The Settlers: New Allies Review – Boring Shores
Much that once was is lost, for none now live who remember it. It has been soooo long since the last Settlers game that I’m compelled to quote old lady Galadriel. This was THE city-builder series since the late Amiga era; When it surfaced on MS-DOS, it charmed early PC gaming audiences and over the years, became the economic antipode to the Age of Empires’ combat prevalence. A relatively steady stream of The Settlers games abruptly stopped in 2010, never to return. There was an attempt at reinvention with The Settlers: Kingdoms of Anteria in 2014, but the beta feedback was so hostile that Ubisoft scrapped the game. People who got to play it said it definitely lacked The Settlers DNA.
The Settlers: New Allies won’t win over any new allies, either. This feeble attempt to return to the roots while simplifying the economic concepts is disappointing in most respects. The blood of the Numenor has been spent regarding Blue-Byte magic touch. Let me explain why.
Facing the Faceless Enemy
The Settlers: New Allies’ clumsy story about survival and colonialism is set in the fictional tropical archipelago. Leading a merry band of refugees from the medieval coup d’état, you’ll join forces with the peaceful native tribe, fighting bandits and digging up your shared history. The narrative presents itself through short but massively cringey cutscenes full of truly amateurish dialogue. It almost feels like ChatGPT generated script. Even if all the nuances from the game made in Dusseldorf (Germany) were lost in translation for the English-speaking audience, it would not be THIS bad.
For most of the campaign, you’ll be fighting the generic bandits without any character or clout. You only know those are bad because the game tells you so, even if they mostly just chill on their islands you keep landing your forces on. The historical part of the plot about ancient ruins and origins is also laughably generic. It feels like developers walked on eggshells trying to come up with a story that won’t upset absolutely anyone. The result is bland beyond belief and instantly forgettable.
Optimizing Road Network For The Win
Comparing its mechanic with old Settlers titles would be unfair due to age discrepancy, but matching The New Allies against Anno 1800 (2019), the previous Blue Byte title published by Ubisoft, would be entirely sensible. In short, The Settles: New Allies feels like a step down in most respects. Its economic ruleset is simplified to the level of a generic real-time strategy. The economy is, of course, resource-based, but the complex interdependency is dumbed down. For example, food is entirely optional for your colonists. It only boosts certain workshops and mines, helping with the yield, but it’s not essential for growing or maintaining the population. Drinking water doesn’t exist as a concept at all. Even the recently released remastered Pharaoh feels more modern in this regard.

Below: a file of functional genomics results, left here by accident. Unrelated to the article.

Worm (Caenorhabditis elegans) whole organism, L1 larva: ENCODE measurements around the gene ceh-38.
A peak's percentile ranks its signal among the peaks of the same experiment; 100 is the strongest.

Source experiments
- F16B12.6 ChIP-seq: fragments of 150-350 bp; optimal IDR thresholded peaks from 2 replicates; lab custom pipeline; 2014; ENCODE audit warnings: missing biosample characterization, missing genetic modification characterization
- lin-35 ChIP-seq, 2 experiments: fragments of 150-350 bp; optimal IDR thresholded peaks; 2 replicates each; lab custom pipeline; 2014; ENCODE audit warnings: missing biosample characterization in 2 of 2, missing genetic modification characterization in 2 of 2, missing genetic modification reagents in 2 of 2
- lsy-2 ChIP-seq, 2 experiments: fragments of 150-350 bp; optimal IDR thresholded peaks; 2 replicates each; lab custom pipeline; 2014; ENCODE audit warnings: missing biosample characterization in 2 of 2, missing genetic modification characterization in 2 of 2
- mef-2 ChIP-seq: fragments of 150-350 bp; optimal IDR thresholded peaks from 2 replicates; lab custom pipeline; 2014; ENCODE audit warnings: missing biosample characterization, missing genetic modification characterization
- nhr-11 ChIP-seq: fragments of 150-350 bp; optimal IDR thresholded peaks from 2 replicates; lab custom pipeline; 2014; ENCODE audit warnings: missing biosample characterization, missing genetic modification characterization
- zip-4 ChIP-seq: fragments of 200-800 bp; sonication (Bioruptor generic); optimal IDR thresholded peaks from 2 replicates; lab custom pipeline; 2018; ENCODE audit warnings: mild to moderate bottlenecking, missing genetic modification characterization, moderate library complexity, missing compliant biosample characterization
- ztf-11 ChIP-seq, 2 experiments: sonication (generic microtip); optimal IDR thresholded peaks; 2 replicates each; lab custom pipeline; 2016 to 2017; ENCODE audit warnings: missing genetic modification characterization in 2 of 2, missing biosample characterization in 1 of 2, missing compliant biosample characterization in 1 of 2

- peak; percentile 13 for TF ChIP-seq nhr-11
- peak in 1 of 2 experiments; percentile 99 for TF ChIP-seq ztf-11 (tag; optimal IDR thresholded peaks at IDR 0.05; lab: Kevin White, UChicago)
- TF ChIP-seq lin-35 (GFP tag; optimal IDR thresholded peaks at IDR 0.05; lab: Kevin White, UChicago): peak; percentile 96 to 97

Your typical settlement in The Settlers: New Allies revolves around warehouses. Those act like resource hubs for everything you guys farm, mine, dig up, forge, or fish. The speed of transport of raw and processed goods between resource nodes and warehouses is the measure of economic health. An inefficient road network can easily clog everything down, tying up more workers and slowing down the recruitment of military units. Apart from optimizing the routes, building more warehouses and manually adjusting the stored resources in each one, you can pave roads with stone and set up the chain for producing donkey carts for the significant speed up.
Power Is The People
People are the ultimate but infinite resource. The influx of fresh settlers is limited only to available living space, which is easily fixable by mass building cheap dwellings. And since settlers require no food or any other kind of maintenance, you can grow your colony essentially for free. Basic settlers only carry goods around but can be upgraded to engineers or soldiers. Engineers build stuff and (slowly) move the boundaries of your settlement, preventing the super-fast expansion that would simplify everything to the point of absurdity.
Establishing the metalworking chain and building the training ground enables you to raise basic melee and ranged troops. This process is very slow unless you stack up weapons beforehand. Specialized troops, such as healers, require rare stuff you may lack resource nodes for, but that can be easily remedied by trading. As for everything else in this game, building the big army takes time. Or wastes time, rather. The Settlers: New Allies would massively benefit from the game speed slider. An average campaign mission can easily last two or more hours.
The Zing Is Not Here
Combat is frequent but the principles of warfare are basic. There aren’t any nuances or finesses such as formations, and usual tactics revolve around frontal attacks with massed troops. Healers heal automatically, and manual abilities aren’t really needed if you purchased a few sensible troop upgrades. In most missions, bandits are completely passive or at least entirely predictable. They either sit in their villages, waiting to be destroyed, or they send exact waves of troops in regular intervals.
The Settlers: New Allies is a game totally devoid of any challenge, save for the need for patience. It’s simple, slow, and overly generic as if the devs had absolute beginners as the target audience. It also feels somewhat rushed and “cheaper” than The Settlers games of old. I still distinctly remember the beautiful visual design of Settlers III. I’m sure I’ll forget about New Allies’ visual fidelity the moment I finish this article. The “zing” just isn’t there.
- Suitable for absolute beginners.
- Multiplayer can be fun with the right opponent.
- Simplified to the point of absurdity.
- Generic story full of horrible dialogue and bad acting.
- Lack of a speed-up slider makes later missions a pure slog.